Cagney’s Figure valued at $3.2 billion in latest funding round

Figure Technologies, the blockchain-based startup co-founded by Mike Cagney, is closing its latest funding round that values the company at $3.2 billion.

Figure raised $200 million in a round led by investors 10T Holdings and Morgan Creek Digital, according to a statement Thursday. The funding will help the company hunt for deals for its lending operations, seek a national bank charter from the Office of the Comptroller of the Currency and build out Figure Pay, which offers services for individuals and helps merchants facilitate payments, according to Cagney, who is chief executive officer.

Cagney, who previously founded Social Finance, has been building out Figure since its creation in 2018. The firm, which uses blockchain for products such as home equity lines of credit, has created a marketplace for buying and selling loans on blockchain. This week, the blockchain that Figure relies on, Provenance, announced a new open-source and public version.

David Paul Morris/Bloomberg

“When we started back in 2018, I think our hope was that we could just be a blockchain-technology company and not have to build another lending business and a payments business and everything else,” Cagney said. “What became very clear to us early on is that the world wasn’t ready to lean into blockchain the way that we were, so we created these operating businesses.”

Cagney said Figure’s lending business is mature and he would, down the line, look for a public exit of that operation, potentially through an initial public offering or a merger with a blank-check company. Exchange operations — the most “nascent” of Figure’s businesses, according to Cagney — recently gained approval to operate an alternative trading system.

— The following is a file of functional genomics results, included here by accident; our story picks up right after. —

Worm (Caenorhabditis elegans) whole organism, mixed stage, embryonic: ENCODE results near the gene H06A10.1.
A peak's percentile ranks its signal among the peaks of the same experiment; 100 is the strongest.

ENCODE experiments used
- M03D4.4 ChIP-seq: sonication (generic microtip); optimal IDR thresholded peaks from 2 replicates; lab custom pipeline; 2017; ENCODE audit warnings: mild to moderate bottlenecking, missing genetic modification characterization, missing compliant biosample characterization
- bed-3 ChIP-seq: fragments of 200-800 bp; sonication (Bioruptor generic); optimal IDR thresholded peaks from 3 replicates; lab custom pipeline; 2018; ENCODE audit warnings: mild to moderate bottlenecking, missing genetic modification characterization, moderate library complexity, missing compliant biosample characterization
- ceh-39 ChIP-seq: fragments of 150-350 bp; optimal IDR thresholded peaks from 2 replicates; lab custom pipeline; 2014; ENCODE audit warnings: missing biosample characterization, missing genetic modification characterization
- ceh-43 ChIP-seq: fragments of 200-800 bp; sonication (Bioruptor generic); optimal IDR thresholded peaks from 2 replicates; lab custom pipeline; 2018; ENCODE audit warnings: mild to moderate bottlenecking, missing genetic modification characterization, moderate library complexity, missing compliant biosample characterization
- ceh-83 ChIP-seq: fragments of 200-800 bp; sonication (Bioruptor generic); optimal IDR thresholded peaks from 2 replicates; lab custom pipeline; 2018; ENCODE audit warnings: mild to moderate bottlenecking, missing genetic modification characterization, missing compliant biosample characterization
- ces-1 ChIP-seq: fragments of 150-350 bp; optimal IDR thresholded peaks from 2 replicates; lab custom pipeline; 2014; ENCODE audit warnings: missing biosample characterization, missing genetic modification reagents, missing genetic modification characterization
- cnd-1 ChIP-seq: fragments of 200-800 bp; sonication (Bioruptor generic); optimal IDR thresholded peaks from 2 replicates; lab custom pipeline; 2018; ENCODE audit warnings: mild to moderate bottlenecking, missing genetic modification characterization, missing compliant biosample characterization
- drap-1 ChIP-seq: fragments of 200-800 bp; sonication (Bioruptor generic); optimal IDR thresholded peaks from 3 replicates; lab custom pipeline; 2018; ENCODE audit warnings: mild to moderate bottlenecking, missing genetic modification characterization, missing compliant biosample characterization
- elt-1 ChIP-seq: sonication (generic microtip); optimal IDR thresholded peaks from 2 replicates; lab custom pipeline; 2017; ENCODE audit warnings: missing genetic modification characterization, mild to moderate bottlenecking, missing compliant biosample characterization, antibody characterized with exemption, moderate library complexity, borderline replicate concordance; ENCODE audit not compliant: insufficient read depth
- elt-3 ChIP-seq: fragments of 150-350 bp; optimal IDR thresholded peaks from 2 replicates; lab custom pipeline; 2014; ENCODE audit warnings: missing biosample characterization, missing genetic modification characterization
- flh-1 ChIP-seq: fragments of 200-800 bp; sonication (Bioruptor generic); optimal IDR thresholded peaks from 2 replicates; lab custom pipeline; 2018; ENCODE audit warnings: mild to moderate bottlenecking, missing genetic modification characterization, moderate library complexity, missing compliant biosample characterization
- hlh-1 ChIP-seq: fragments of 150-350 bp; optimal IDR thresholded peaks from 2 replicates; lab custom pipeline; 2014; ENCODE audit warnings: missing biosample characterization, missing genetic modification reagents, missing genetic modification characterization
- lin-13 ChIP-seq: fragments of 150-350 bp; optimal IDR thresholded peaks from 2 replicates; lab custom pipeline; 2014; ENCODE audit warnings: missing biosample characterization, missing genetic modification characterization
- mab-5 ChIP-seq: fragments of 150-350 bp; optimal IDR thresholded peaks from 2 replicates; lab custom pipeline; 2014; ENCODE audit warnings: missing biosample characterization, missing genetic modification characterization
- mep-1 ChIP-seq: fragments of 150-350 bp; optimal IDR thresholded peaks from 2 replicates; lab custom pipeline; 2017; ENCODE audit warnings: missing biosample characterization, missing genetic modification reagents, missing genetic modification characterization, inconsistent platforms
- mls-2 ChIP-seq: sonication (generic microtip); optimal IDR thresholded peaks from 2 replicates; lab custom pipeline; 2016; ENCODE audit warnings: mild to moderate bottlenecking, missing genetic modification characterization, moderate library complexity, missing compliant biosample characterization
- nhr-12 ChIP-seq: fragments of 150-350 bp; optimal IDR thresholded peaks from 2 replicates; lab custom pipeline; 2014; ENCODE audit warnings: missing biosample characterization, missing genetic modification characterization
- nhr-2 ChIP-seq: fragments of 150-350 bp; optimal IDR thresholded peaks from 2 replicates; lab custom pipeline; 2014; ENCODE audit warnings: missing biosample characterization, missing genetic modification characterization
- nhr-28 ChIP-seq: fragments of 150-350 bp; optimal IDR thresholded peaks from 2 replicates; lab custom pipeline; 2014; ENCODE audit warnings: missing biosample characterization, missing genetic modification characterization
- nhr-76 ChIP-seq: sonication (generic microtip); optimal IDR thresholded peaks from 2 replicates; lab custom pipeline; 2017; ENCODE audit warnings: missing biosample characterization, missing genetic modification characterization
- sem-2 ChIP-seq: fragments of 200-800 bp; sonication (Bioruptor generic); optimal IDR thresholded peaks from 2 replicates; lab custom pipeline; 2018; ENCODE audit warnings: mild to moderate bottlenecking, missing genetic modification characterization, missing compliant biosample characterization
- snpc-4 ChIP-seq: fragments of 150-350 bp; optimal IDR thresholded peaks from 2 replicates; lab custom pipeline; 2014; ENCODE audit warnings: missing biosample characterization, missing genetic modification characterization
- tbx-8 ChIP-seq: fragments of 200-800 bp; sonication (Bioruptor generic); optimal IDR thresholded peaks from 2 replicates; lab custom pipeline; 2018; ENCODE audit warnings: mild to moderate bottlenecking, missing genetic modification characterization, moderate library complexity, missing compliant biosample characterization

Earlier this year, Figure Technologies formed a blank-check company that raised almost $290 million in its public debut. The special purpose acquisition company will target fintech and financial services companies.

The company’s pay business, which is available in Montana, is still growing as the firm seeks to go after industry giants such as Visa and Mastercard, Cagney said. And now Provenance’s open-source setup should help fuel the growth in that blockchain, Cagney said.

“We want to see Provenance supplant Ethereum,” Cagney said. The Figure businesses are “going to take advantage of being first mover there, but they’ll start moving out independently.”

Other investors included firms such as Ribbit Capital, Digital Currency Group, DCM, HCM Capital, RPM Ventures and DST Global.

Cagney is known for building SoFi into one of the country’s most valuable fintech companies and among the largest refinancers of student loans. He resigned in 2017 after workplace controversies engulfed the firm.

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